Social Media Doing Invisible Damage
Throughout history the older generation has thought the younger generations are weak, frivolous, and self-centered. Just as that older generation’s elders thought the same of it, and so on to the beginnings of our species.
It’s time to break the cycle with some reality.
Young people are not much different from generation to generation. You and I were just as foolish when we were young, as were our grandparents. Only the details of our foolishness differed. We grew up and found ways to be foolish mature people.
The problem isn’t with the young people of any era, it’s with the world they find themselves living in.
Growing up during war, famine, or a plague (a real one like the Black Death, not an overreaction like COVID) is going to affect the development of young people more than it affects the lives of the older generations. It’s easier to damage a seedling than a mature tree.
The thing most damaging to youth today is the deceptively named plague of “social media.” It’s as bad as war or pestilence. But like famine or disease, there’s no point in throwing blame; your energy is better spent helping the affected learn to live in spite of the trouble around them.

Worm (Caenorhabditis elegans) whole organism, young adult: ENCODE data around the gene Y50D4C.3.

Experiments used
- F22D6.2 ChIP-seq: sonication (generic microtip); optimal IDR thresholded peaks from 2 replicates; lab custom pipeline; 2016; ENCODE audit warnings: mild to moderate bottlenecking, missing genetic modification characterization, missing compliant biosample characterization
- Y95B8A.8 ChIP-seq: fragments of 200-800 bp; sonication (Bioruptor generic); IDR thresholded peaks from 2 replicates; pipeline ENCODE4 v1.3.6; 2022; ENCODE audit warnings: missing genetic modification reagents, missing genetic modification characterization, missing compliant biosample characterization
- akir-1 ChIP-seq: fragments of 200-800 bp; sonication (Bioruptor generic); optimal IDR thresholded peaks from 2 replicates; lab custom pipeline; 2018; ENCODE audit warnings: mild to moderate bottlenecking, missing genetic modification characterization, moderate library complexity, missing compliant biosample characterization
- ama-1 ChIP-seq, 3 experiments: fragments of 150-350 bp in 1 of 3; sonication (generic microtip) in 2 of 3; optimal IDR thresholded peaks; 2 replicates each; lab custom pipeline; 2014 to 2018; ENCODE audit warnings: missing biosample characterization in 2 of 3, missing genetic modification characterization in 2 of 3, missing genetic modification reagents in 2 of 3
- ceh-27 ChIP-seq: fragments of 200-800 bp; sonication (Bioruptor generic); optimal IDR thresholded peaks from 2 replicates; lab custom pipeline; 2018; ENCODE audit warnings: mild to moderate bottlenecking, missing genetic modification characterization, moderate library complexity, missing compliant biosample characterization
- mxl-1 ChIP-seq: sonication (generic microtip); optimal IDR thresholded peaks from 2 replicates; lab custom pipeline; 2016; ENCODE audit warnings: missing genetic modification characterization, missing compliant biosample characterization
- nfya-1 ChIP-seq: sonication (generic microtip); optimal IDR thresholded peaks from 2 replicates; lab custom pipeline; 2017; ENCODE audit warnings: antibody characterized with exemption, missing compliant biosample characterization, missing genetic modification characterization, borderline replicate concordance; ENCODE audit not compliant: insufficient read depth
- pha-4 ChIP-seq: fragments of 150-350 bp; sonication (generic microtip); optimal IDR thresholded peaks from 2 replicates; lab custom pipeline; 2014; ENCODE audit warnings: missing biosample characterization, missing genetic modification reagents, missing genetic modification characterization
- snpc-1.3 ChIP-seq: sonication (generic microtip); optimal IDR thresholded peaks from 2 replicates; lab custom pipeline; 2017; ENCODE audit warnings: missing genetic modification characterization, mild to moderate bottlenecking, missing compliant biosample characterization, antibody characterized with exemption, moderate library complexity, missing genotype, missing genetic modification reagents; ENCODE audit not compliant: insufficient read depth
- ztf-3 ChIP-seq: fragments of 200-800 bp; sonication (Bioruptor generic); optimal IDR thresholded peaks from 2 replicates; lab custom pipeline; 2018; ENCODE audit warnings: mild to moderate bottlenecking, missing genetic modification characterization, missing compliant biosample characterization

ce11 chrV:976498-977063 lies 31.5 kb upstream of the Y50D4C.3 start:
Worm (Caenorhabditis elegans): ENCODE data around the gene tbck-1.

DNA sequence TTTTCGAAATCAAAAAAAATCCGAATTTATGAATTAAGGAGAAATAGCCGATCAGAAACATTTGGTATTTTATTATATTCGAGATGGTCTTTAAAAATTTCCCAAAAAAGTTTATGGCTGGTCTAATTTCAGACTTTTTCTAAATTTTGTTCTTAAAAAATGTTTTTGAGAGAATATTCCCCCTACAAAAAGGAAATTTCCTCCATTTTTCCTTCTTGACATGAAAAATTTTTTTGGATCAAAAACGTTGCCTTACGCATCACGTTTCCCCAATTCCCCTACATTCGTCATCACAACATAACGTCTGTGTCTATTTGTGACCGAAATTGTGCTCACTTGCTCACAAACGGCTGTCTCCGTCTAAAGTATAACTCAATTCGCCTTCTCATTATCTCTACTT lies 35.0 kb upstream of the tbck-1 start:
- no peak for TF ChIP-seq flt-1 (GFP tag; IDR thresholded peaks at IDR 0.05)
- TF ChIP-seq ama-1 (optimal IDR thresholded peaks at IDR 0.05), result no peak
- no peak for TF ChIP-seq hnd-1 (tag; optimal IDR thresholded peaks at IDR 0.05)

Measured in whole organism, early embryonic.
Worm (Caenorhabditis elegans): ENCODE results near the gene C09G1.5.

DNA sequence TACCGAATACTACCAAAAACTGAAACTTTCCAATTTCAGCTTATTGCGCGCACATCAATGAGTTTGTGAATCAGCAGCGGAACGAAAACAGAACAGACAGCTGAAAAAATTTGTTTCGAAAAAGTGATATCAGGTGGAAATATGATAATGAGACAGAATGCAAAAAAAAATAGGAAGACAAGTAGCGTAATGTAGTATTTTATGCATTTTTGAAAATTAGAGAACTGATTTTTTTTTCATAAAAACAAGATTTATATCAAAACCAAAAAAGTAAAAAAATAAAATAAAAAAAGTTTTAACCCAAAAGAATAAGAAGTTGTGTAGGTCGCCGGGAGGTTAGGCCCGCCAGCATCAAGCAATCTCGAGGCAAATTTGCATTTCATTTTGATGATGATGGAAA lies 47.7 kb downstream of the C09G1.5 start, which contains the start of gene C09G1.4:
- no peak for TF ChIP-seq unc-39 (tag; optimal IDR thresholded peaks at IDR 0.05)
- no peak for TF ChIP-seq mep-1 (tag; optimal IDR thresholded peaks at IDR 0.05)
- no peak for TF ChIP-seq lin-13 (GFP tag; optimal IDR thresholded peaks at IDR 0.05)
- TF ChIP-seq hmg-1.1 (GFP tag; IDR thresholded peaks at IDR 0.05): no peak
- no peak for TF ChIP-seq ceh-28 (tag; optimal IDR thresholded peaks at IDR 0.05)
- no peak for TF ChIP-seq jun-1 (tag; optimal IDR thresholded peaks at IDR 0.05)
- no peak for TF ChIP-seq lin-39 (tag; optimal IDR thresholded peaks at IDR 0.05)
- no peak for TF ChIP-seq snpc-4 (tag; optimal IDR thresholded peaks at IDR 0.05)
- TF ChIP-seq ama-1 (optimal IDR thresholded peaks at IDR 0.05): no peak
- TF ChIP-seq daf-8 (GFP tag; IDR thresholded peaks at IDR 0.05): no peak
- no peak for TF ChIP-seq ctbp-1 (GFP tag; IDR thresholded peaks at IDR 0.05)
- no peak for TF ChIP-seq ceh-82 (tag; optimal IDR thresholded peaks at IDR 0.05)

Most young people will overcome and go on. Many will not. Those most susceptible to the opinions of others are at a disadvantage, just as those too weak to hunt for food were at a disadvantage in hunter-gatherer societies.
If you saw someone in trouble, whether starving or injured, you’d help. Social media injury isn’t always so obvious.
Symptoms of this damage — also known as “wokeness” — include identity problems, racism sold as “anti-racism,” and a call for everyone to be exactly equal, not in rights, but in outcomes. This often results in a reliance on government to fix everything with legislation or by handing out money it doesn’t have. It leaves scars as real as a missing limb, a bullet wound, or a head injury.
I was encouraged by the recent report of the four Clovis teenagers who came to the aid of another young person who had been injured in an accident. Instead of just taking pictures of the scene and posting them to social media — as has happened in other emergencies around the world — they jumped into action and helped. In the end, we’ll be fine because they’ll be fine.